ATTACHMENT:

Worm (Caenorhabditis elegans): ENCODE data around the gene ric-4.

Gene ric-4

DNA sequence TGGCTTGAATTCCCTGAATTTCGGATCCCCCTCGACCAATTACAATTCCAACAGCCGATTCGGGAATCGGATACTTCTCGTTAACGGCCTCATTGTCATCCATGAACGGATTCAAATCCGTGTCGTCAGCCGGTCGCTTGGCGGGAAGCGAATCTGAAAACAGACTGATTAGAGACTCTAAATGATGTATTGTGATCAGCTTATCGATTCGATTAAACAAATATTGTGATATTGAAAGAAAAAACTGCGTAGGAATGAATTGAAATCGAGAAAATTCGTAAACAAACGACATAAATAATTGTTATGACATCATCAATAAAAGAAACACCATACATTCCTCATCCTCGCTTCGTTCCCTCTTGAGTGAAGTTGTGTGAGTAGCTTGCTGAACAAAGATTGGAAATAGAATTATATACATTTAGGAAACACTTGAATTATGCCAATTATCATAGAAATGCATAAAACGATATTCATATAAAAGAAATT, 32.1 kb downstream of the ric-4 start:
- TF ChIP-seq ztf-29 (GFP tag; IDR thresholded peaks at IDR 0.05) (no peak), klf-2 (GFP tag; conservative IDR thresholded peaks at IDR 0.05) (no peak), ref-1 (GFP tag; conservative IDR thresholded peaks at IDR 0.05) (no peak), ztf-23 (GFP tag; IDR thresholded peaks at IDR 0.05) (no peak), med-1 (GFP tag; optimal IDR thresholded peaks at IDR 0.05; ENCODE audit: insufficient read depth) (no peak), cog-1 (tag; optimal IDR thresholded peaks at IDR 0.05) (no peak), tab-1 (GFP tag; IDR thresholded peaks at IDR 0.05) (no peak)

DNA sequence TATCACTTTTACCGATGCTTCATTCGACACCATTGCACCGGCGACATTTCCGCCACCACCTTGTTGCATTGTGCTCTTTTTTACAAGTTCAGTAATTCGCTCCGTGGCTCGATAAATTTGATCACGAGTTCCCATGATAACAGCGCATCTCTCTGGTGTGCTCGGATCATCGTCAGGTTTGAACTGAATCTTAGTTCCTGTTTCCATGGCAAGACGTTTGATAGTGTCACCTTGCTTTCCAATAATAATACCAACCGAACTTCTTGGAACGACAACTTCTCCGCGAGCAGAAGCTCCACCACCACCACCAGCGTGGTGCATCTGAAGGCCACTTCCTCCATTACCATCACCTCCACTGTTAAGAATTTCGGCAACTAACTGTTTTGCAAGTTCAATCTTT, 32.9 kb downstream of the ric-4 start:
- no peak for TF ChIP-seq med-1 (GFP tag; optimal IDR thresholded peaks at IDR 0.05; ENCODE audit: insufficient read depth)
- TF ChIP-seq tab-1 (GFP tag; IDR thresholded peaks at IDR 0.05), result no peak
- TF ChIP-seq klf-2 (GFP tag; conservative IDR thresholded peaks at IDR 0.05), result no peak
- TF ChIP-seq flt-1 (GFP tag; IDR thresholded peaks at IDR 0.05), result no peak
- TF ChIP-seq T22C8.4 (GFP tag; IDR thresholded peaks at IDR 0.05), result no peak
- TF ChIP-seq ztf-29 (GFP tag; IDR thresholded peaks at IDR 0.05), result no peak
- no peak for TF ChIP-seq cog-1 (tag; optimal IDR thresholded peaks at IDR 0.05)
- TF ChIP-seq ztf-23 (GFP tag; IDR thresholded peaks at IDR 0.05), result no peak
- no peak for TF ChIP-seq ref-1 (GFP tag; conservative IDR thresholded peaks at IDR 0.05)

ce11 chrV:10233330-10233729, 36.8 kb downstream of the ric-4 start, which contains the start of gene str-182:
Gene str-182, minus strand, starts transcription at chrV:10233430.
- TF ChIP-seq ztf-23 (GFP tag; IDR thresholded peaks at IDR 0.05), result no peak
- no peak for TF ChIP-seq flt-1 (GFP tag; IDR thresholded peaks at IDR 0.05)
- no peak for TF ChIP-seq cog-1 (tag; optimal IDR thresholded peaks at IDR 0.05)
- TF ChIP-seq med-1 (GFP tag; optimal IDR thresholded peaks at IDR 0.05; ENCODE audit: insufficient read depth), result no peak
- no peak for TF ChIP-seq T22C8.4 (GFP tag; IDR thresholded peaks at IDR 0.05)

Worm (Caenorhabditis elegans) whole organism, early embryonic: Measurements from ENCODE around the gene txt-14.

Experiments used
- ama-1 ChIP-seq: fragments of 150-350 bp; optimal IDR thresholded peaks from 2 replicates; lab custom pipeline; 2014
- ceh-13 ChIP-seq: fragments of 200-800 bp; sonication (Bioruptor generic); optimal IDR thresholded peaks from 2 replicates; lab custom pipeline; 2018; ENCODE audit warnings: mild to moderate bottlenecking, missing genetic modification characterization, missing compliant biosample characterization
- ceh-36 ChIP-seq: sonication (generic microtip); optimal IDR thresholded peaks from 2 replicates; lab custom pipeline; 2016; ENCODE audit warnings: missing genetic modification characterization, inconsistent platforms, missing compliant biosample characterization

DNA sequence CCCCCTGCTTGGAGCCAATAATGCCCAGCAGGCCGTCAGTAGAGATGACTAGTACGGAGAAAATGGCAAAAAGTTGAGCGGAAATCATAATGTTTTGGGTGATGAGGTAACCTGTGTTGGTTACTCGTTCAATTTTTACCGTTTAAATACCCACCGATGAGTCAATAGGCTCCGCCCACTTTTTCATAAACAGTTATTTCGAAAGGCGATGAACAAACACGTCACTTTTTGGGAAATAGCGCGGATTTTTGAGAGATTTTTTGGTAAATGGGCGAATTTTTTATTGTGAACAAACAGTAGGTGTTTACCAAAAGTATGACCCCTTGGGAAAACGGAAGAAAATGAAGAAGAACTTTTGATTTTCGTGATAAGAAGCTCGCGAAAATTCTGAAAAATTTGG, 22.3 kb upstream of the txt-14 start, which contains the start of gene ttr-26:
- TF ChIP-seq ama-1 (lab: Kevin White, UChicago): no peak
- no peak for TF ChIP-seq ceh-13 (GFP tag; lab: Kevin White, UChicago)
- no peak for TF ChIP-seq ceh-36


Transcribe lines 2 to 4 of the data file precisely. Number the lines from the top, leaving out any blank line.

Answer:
Gene ric-4

DNA sequence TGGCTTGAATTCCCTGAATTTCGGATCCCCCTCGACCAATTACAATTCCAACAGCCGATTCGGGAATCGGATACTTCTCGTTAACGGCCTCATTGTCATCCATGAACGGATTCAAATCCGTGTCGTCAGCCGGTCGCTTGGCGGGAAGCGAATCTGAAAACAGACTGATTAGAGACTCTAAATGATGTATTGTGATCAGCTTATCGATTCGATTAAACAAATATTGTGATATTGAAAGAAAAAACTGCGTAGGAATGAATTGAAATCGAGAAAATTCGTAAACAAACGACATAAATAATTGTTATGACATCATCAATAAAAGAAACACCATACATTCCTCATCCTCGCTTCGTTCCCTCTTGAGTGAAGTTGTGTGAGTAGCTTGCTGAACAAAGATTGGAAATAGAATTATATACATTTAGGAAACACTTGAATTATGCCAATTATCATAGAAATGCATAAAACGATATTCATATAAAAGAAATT, 32.1 kb downstream of the ric-4 start:
- TF ChIP-seq ztf-29 (GFP tag; IDR thresholded peaks at IDR 0.05) (no peak), klf-2 (GFP tag; conservative IDR thresholded peaks at IDR 0.05) (no peak), ref-1 (GFP tag; conservative IDR thresholded peaks at IDR 0.05) (no peak), ztf-23 (GFP tag; IDR thresholded peaks at IDR 0.05) (no peak), med-1 (GFP tag; optimal IDR thresholded peaks at IDR 0.05; ENCODE audit: insufficient read depth) (no peak), cog-1 (tag; optimal IDR thresholded peaks at IDR 0.05) (no peak), tab-1 (GFP tag; IDR thresholded peaks at IDR 0.05) (no peak)